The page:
Your loved one can no longer do the many tasks they once could. They now depend on you for many of these things. The easiest solution may be to simply take over and make decision, but it’s important to be respectful of your loved ones. As a caregiver, you want to protect your loved one’s dignity and sense of self-worth.
Put yourself in their shoes. Imagine if your independence had slipped away. You can no longer drive, walk, or get out of bed. These once simple tasks now require help from someone else. How would this make you feel? You may feel frustrated. This loss of freedom would most likely cause you to want to keep control over as much as you possibly could.
Here are some helpful suggestions:
- Put yourself in your loved one’s place. How would you want to be treated if you were being cared for?
- Educate yourself on your loved one’s condition. This can prepare you for what’s ahead.
- Help them do what they can on their own for as long as possible. This will give them a sense of control.
- Talk openly and honestly with your loved one. Try to involve them in decisions and be a good listener.
- Be flexible. Try an accommodate reasonable requests if you can.
- Give positive feedback if your loved one does a task on their own.
Grieving for loved ones who are experiencing a life-limiting illness is natural for families and friends. This process can often begin before death occurs. Hearts for Hospice & Home Health Bereavement Services are available for those who are coping with losing a loved one. Our staff is committed to working closely with families who are working through the grieving process. Our services include:
- One-on-one support
- Print materials
- Supportive phone calls
- In-home support sessions
Our support is available to families for up to 13 months following the loss of a loved one. We also host monthly support group sessions at our Hearts for Hospice & Home Health locations. Support groups offer families and friends a platform to share their experience with others in the community who are facing similar situations.
Our services don’t stop once your loved one has passed. We are committed to helping families and friends of patients even after they are gone. Please contact us for more information about our Bereavement Services.
A life-limiting illness is an incurable chronic disease or condition that no longer respond to curative treatments.
Examples of a life-limiting illness include:
- Alzheimer’s Disease or Dementia
- Parkinson’s Disease
- Heart Disease
- Pulmonary Disease
- Liver Disease
- End-stage Renal Disease
A life limiting illness, coupled with symptoms below, could be indicators of decline and hospice eligibility:
- Frequent hospitalizations, ER visits, or visits to the physician within the last six months
- Progressive weight loss (with consideration to weight gain factors such as edema, when applicable)
- Decreasing appetite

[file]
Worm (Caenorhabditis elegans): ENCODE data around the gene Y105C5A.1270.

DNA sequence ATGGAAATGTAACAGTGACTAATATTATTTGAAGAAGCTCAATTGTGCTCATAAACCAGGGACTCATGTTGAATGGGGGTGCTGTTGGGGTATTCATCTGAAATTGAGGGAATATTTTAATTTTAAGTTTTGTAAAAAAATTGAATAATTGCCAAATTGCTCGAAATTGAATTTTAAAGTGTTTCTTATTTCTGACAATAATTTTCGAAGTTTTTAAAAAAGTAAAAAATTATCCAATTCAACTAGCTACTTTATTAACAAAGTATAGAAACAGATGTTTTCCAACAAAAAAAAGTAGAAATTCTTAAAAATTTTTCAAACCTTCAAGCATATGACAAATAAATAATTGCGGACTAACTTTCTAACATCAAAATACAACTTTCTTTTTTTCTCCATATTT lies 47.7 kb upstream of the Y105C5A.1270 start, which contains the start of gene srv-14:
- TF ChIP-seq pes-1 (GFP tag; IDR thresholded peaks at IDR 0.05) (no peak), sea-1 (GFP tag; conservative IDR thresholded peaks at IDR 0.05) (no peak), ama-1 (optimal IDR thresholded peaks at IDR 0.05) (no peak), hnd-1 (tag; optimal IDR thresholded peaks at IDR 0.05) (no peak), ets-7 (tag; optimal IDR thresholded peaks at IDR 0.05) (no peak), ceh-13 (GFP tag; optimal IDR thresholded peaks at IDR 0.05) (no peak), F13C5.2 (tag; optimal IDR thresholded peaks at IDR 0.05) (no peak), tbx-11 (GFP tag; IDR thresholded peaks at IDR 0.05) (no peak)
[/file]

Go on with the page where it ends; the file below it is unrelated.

- Dysphagia or difficulty swallowing
- Increased weakness or fatigue
- Decline in cognitive status or functional abilities
- Increasing assistance needed with Activities of Daily Living (ADLs)
- Increasing pain or increasing difficulty in controlling pain
- Increasing dyspnea or shortness of breath
- Oxygen dependency
- Reoccurring infections
- Increased nausea and/or vomiting that is difficult to control
- A desire to forgo future hospitalizations
- A request to discontinue treatment
- Recurrent or frequent infections
- Skin breakdown
- A specific decline in condition
If you or a loved one has a life-limiting illness and are experiencing any of the above symptoms, consider speaking to your physician about hospice services. You can also call Hearts for Hospice & Home Health, and one of our team members can help guide you through the process of requesting hospice through your physician.
Let yourself grieve. It’s important to let yourself take this roller coaster ride and feel your emotions rather than suppress them. No matter how hard you try to bury those feelings of grief, they will continue to resurface, and you won’t be able to truly move on. Start the healing process by giving into grief.
Lean on friends and family. Your friends and family expect you to be upset. While they may not always know the right things to do or say, they do want to be there for you even if it’s just to listen or offer affection. Never feel too proud or embarrassed to lean on them in this time of need.
Join a support group – online or offline. Whether you find a group through social media or in person, support groups provide ways to talk and listen to others who are in the same position and truly understand what you are going through.
Focus on the positive aspects of your life. The loss you are experiencing could feel like the worst thing that’s ever happened to you and no one can change your mind. Despite this, what you need to do is reflect on all the good aspects that continue to bless your life and are worth pushing through the grief.
Keep yourself busy. Become more involved, go on a trip, try something new – participate in activities you enjoy and that can keep you focused on something other than your grief. Redirect your energy into doing things you’ve always wanted to do but never prioritized.
Breathe. If ever you find the grief to be too overwhelming, take a few deep breaths. The body’s breathing becomes shallow when we are feeling tense or stressed, resulting in insufficient oxygen to the body. This adds to the stress you are already feeling, so focusing on conscious, deeps breaths helps you relax and breathe normally.